From a numerical standpoint, the sequester isn't such a big deal: $85 billion in cuts between now and September 30, and — unless our let's-blame-the-other-guy politicians can figure a way out — $1.1 trillion more over the next decade.
Big money? In absolute terms, you betcha. In relative terms? Not at all.
Even if all 10 years of sequester cuts were to go through, it would be about one-seventh of what Americans lost when the housing bubble burst in 2006. It's also a fraction of the trillions lost when the stock market crashed 57 percent from 2007 to 2009, crushing tens of millions of retirement accounts.
So compared with that one-two punch we took during the Great Recession — arguably the worst three years we have endured since the Great Depression — the sequester doesn't seem nearly as bad. And that's why cries that the sky is falling are landing on deaf ears. $85 billion? $1.1 trillion more over a decade? We can do that standing on our head.
As a result of this fear-mongering, spending is not the only thing falling in Washington these days. President Obama's job approval numbers have fallen over the last week to their lowest levels since he was re-elected. The honeymoon, if there was one this time around, is over.
In the White House briefing room on Friday, the president didn't seem to think he would pay a political price for this. He was relaxed and feisty, laughing at times and looking like a guy who just won 51 percent of the vote, 332 electoral votes — and knowing that just 22 percent of Americans now identify themselves as Republicans. It was a confident show, and the president told us that public opinion on the sequester was on his side. It appears to be, but not by much. A CBS-New York Times poll out Monday said 38 percent of Americans blame Republicans — but 33 percent blame the White House. That's not exactly a wide margin.
Did the president miscalculate? Jay Carney, the president's salesman, has dodged that question, instead pivoting quickly to his boss' position, which, he pointed out, was John Boehner's position as recently as December: that revenue could be raised by closing tax loopholes that benefit the rich.
This is true. Boehner did support that in December. But that was before 85 House Republicans, including Paul Ryan, gave the president what he wanted: $620 billion in taxes by jacking up rates on the top 2 percent of earners. Boehner's message to Obama now: That's all you get.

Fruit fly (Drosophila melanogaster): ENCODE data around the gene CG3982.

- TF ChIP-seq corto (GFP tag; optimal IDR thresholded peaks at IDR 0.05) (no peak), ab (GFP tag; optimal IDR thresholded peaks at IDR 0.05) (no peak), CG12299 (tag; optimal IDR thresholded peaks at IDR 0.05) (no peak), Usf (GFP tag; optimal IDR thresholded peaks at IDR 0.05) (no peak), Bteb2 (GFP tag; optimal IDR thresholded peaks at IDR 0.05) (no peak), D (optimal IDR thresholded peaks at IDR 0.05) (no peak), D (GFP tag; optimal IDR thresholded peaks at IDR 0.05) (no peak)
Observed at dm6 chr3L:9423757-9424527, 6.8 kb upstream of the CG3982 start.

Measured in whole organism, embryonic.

The president, who claims he doesn't pay attention to polls, knows he has taken a hit with the public and has since made an about face. He is now on a charm offensive with Republicans. In a series of chats with lawmakers, he renewed his willingness to cut entitlements — Medicare and Social Security — if the Republicans would also give up something near and dear to them: those tax loopholes that they were in favor of closing only 10 weeks ago. More than a few Republicans have been receptive, and — don't hold your breath — there are rumblings that some kind of bipartisan compromise could be reached. Wednesday night, the president had dinner at a local hotel with a dozen Senate Republicans, he's having lunch today with Paul Ryan, and next week, he's having lunch with still more GOPers on Capitol Hill.
This kind of outreach seemed unimaginable just two weeks ago. The president and his spokesman won't admit it, but they miscalculated and are now adjusting. Here's a political maxim: The swiftest cure for arrogance is a drop in the polls.
The other mistake Obama made: thinking that Americans would oppose spending cuts. They don't. An ABC poll says that by 61-33 margin, Americans want the federal budget cut. And here's the part that plays directly into Republican hands: By "nearly an identical margin," ABC says, Americans oppose the sequester cuts to the military.
If that's the way Americans feel, then Republicans are on the right side of public opinion for a change. This explains Obama's sudden decision to play nice.
And the president's willingness to trim entitlements — if Republicans agree to close tax loopholes — won't win him many brownie points with Americans, either. Poll after poll shows large and steady opposition to cutting Medicare or Social Security, despite the fact that entitlements gobble up the biggest share of the federal budget.
Still, most Americans continue to favor Obama's "balanced approach" to reduce the deficit: a combination of cuts and taxes. They don't like the GOP's all-cuts approach. On this very important point, the Republicans remain out of touch; perhaps they could do a better job of reading the polls as well.
It's only a matter of time before Republicans acknowledge that they also have to change course. They're happy to let the sequester continue, knowing that Obama has been hurt, and may be hurt further, as the cuts begin to bite. But over the long haul, if they're serious about the one thing they care about above all — cutting spending — then they'll have to go along with higher taxes. Period. There's no way, simply no way, the president will ever put entitlements on the table without the GOP giving in on more revenues. The GOP is winning the sequester battle. But unless they give in on more revenues, they'll lose the bigger budget war.
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